Somewhat difficult network

  • That's a cool way to look at it :) – Thebluefish Oct 2 '17 at 20:30
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    And if you want a quick way to find the minimal network, here it is. – Massimo Ortolano Oct 2 '17 at 20:37
  • @MassimoOrtolano For when you are in that special electronics hell where all the bins in the resistor tray are labeled 1 Ohm. – user43804 Oct 2 '17 at 20:57
  • Not 1 ohm, but quantum Hall resistance standards are all labeled 12.906... kohm ;-) – Massimo Ortolano Oct 2 '17 at 21:05
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    It might be slightly less surprising that this was mentioned in a book by Bollobás once you take into account that he's a Fellow of Trinity College, Cambridge, and this technique was originally developed by four undergraduate members of the Trinity Mathematical Society. Brooks, Smith, Stone, and Tutte, The dissection of rectangles into squares, Duke Math. J. 7 (1940) 312-340. – Peter Taylor Oct 3 '17 at 14:00

schematic

simulate this circuit – Schematic created using CircuitLab

Put two in parallel, trim them resistors to 18R, then throw the rest in your parts bin for later.

https://hackaday.com/2017/04/10/hackaday-trims-its-own-resistors/

Or, assuming they're 10% resistors, find the ones that are on the low end (27R) and put two in series, putting that in parallel with one 27R. Put the last one in your parts bin for later.

schematic

simulate this circuit – Schematic created using CircuitLab

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    lol cant help thinking that is cheating – Trevor_G Oct 2 '17 at 15:52
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    I don't think it is a valid answer to this question. – Eugene Sh. Oct 2 '17 at 15:53
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    How do you intend to trim a 30 ohm resistor down in resistance to 18 ohms? – Matt Oct 2 '17 at 16:15
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    @calcium3000 I did, my question stands. You are going the wrong way in resistance for the trimming they did. – Matt Oct 2 '17 at 16:30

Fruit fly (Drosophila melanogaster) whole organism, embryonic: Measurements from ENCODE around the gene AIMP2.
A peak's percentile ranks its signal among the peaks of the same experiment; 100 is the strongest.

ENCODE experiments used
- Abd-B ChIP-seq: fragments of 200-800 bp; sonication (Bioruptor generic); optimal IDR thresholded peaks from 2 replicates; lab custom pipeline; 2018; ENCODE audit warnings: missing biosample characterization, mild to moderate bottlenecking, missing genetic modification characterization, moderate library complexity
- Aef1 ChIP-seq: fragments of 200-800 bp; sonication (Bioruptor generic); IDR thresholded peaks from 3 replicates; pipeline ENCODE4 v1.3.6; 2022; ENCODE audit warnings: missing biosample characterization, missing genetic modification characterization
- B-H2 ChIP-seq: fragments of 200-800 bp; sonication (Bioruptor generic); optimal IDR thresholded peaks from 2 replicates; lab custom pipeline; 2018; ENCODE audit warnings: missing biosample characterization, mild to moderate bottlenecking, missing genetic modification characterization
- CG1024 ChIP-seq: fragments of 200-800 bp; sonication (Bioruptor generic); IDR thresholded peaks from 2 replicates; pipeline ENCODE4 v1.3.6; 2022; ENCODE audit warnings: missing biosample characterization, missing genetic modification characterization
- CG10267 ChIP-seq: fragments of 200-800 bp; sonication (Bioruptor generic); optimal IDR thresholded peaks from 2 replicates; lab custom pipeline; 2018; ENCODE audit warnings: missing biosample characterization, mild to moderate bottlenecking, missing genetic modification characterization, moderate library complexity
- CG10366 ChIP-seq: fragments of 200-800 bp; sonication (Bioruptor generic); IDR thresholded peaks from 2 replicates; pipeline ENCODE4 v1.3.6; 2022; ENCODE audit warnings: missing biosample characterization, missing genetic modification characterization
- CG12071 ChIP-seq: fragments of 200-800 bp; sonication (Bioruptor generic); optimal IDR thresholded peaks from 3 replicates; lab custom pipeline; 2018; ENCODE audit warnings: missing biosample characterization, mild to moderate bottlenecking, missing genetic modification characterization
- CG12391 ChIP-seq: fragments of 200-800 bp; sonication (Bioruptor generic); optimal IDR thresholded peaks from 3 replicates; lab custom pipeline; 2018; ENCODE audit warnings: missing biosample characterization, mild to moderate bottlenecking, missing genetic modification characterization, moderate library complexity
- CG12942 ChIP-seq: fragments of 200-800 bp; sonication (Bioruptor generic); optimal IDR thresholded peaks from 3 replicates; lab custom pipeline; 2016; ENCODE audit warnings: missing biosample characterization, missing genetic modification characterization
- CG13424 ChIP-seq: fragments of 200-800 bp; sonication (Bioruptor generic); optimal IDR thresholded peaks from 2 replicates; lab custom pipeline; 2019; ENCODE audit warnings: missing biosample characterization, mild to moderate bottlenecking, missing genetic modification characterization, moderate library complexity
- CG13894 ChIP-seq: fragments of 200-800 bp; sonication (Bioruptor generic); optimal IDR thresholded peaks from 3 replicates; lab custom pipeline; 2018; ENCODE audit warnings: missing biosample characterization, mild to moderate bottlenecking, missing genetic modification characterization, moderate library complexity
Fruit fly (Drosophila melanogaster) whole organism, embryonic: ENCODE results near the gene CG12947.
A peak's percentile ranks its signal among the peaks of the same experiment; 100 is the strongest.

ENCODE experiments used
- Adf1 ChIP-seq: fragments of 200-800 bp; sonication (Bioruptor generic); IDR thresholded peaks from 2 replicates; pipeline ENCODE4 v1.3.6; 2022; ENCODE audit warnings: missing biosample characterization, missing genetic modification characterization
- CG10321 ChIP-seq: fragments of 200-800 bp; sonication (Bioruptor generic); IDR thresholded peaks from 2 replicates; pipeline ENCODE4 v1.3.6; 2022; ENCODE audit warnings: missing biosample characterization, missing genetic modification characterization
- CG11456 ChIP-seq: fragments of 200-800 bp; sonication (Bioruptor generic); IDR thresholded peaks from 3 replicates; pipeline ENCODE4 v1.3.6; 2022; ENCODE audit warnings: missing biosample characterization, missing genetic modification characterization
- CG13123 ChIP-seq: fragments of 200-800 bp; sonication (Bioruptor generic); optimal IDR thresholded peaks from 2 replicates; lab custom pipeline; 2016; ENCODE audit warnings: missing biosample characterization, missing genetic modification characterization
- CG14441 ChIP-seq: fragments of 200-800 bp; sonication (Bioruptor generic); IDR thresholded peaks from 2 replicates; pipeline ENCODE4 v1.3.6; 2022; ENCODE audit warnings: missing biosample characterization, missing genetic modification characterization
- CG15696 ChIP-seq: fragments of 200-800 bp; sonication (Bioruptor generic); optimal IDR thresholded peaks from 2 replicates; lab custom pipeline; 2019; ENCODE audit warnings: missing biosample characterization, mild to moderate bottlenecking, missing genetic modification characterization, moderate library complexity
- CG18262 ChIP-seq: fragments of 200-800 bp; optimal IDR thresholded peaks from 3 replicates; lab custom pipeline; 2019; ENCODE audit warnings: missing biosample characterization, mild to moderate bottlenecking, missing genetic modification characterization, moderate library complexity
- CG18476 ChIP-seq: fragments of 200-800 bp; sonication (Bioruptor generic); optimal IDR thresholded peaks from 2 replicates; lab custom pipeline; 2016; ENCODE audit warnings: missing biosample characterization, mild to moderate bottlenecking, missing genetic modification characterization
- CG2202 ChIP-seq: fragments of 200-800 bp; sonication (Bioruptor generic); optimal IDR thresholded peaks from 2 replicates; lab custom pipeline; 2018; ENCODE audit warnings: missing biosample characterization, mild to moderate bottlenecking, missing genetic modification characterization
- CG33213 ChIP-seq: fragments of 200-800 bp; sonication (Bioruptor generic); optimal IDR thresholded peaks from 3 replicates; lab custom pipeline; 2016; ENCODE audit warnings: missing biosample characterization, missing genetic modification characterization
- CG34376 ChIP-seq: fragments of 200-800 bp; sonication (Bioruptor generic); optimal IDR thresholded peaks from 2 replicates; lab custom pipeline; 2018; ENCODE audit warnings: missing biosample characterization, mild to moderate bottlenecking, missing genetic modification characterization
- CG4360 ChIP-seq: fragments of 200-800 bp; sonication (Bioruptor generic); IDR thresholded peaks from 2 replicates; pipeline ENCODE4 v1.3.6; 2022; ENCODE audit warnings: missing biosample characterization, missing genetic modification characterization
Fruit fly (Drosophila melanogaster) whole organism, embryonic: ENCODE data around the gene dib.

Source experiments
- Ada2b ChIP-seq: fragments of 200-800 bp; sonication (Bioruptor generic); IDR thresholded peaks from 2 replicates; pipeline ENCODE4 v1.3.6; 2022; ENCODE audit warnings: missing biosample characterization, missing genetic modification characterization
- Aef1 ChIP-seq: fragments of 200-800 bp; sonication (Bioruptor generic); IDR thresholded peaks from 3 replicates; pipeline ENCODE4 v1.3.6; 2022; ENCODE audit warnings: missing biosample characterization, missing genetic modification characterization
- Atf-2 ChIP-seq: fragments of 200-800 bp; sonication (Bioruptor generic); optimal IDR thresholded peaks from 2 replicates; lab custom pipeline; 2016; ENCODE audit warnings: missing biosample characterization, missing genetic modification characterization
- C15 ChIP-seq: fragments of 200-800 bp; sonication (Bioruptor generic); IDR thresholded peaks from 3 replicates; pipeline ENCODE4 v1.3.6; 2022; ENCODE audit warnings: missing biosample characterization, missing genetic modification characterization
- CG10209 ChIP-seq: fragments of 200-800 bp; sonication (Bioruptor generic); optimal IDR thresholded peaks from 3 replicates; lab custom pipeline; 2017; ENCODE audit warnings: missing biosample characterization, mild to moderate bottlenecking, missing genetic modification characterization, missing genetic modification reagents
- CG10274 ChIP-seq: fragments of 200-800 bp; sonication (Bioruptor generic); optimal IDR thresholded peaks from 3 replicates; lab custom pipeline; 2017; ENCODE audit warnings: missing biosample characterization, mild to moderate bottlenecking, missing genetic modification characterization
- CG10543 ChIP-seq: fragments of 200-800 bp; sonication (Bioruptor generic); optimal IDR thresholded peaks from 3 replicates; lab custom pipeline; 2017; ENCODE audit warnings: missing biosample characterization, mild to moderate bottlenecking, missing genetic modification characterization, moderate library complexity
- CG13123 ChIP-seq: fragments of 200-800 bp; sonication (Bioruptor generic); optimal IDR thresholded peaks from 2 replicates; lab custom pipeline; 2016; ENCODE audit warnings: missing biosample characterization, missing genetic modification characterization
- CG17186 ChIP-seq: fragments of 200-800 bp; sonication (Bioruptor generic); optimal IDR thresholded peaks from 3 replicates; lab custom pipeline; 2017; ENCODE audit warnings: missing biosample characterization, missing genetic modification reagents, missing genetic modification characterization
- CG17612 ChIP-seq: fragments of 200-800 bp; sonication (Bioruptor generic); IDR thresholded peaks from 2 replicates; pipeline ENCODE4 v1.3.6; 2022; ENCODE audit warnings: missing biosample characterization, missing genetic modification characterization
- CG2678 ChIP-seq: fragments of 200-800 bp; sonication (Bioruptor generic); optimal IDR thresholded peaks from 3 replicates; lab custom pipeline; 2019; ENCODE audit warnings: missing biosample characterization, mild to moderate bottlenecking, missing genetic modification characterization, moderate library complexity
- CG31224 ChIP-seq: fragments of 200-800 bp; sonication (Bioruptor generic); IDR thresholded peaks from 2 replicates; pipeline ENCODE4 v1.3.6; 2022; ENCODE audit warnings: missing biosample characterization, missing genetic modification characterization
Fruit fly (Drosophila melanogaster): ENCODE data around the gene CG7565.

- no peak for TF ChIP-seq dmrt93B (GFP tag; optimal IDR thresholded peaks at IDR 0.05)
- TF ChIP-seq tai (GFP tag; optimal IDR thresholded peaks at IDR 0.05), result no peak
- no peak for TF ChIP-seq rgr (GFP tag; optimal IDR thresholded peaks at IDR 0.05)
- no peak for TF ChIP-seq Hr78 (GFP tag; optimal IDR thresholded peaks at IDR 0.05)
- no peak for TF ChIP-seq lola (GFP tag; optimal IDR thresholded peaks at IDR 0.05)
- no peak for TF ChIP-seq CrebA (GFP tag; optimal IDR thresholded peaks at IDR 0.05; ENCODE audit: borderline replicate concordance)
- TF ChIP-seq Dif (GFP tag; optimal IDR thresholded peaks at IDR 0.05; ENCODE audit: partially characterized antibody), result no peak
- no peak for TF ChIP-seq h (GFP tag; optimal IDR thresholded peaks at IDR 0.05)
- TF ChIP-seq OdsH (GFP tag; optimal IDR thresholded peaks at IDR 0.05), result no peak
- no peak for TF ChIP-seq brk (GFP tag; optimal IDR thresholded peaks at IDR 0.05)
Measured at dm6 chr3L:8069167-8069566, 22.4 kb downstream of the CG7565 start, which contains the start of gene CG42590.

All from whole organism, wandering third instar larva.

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    @Matt file it down, then put a thin coating of solder on it to decrease the resistance, then file the solder. Easy, right? – Grant Oct 2 '17 at 19:33

schematic

simulate this circuit – Schematic created using CircuitLab

  • LOL Same as mine but backwards.. I guess there are two solutions. – Trevor_G Oct 2 '17 at 16:07
  • Cool. Didn't see this one... – Eugene Sh. Oct 2 '17 at 16:07
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    @Trevor They're identical. Each of them can be described as a 30 ohm resistor in parallel with (a 30 ohm resistor in parallel with (two 30 ohm resistors in parallel)). The same instructions build both -- 1) Take two resistors in parallel. 2) Add a third in series. 3) Connect a fourth in parallel with the first three. – David Schwartz Oct 2 '17 at 16:54
  • @DavidSchwartz effectively identical yes. Just laid out back asswards. – Trevor_G Oct 2 '17 at 16:55
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    @Trevor The schematics are laid out differently, but the schematic is just showing the solution. The solution is, per the question, a way of assembling the resistors. And both schematics depict precisely the same way of assembling the resistors. So they are not two solutions. – David Schwartz Oct 2 '17 at 16:58

take the four 30 ohms resistors back the shop and ask for an 18 ohm resistor

  1. you might get some money back
  2. it is quicker to wire up
  3. is will cost less to produce
  4. it looks neater
  5. it will be more reliable

Invert the problem

Instead of seeking a resistor of 18 ohms, seek a conductor whose conductance is 1/18 siemens.

You have four conductors of 1/30 siemens.

When you parallel conductors, their conductance simply adds.

Placing conductors in series requires some fairly tricky math**, so invert them back into resistors for that math, because series resistances simply add.

** 1 / (1/C1 + 1/C2) ... Look familiar?